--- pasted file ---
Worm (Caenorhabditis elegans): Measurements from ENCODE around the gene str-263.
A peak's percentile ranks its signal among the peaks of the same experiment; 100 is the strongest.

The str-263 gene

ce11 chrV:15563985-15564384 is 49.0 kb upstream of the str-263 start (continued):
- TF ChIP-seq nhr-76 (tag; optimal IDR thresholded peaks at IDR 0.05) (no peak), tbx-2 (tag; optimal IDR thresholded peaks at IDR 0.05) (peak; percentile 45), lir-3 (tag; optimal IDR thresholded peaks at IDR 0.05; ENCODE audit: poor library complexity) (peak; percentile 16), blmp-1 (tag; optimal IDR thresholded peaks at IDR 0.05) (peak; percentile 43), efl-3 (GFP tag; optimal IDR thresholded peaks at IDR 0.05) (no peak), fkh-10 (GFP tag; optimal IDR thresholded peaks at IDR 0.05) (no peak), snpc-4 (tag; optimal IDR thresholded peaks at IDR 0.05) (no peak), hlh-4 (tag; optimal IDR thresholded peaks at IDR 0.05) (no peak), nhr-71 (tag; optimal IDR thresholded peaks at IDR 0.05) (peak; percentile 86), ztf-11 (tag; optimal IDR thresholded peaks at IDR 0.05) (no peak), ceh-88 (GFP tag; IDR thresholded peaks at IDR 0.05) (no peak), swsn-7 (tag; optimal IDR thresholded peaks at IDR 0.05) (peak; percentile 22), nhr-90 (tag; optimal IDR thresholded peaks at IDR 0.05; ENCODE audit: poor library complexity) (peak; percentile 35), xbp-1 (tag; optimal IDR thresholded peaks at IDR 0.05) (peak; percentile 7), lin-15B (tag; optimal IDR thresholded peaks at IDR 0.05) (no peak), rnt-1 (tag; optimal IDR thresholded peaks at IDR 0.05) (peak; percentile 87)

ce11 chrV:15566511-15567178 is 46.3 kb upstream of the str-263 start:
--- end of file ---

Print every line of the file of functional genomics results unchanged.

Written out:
Worm (Caenorhabditis elegans): Measurements from ENCODE around the gene str-263.
A peak's percentile ranks its signal among the peaks of the same experiment; 100 is the strongest.

The str-263 gene

ce11 chrV:15563985-15564384 is 49.0 kb upstream of the str-263 start (continued):
- TF ChIP-seq nhr-76 (tag; optimal IDR thresholded peaks at IDR 0.05) (no peak), tbx-2 (tag; optimal IDR thresholded peaks at IDR 0.05) (peak; percentile 45), lir-3 (tag; optimal IDR thresholded peaks at IDR 0.05; ENCODE audit: poor library complexity) (peak; percentile 16), blmp-1 (tag; optimal IDR thresholded peaks at IDR 0.05) (peak; percentile 43), efl-3 (GFP tag; optimal IDR thresholded peaks at IDR 0.05) (no peak), fkh-10 (GFP tag; optimal IDR thresholded peaks at IDR 0.05) (no peak), snpc-4 (tag; optimal IDR thresholded peaks at IDR 0.05) (no peak), hlh-4 (tag; optimal IDR thresholded peaks at IDR 0.05) (no peak), nhr-71 (tag; optimal IDR thresholded peaks at IDR 0.05) (peak; percentile 86), ztf-11 (tag; optimal IDR thresholded peaks at IDR 0.05) (no peak), ceh-88 (GFP tag; IDR thresholded peaks at IDR 0.05) (no peak), swsn-7 (tag; optimal IDR thresholded peaks at IDR 0.05) (peak; percentile 22), nhr-90 (tag; optimal IDR thresholded peaks at IDR 0.05; ENCODE audit: poor library complexity) (peak; percentile 35), xbp-1 (tag; optimal IDR thresholded peaks at IDR 0.05) (peak; percentile 7), lin-15B (tag; optimal IDR thresholded peaks at IDR 0.05) (no peak), rnt-1 (tag; optimal IDR thresholded peaks at IDR 0.05) (peak; percentile 87)

ce11 chrV:15566511-15567178 is 46.3 kb upstream of the str-263 start: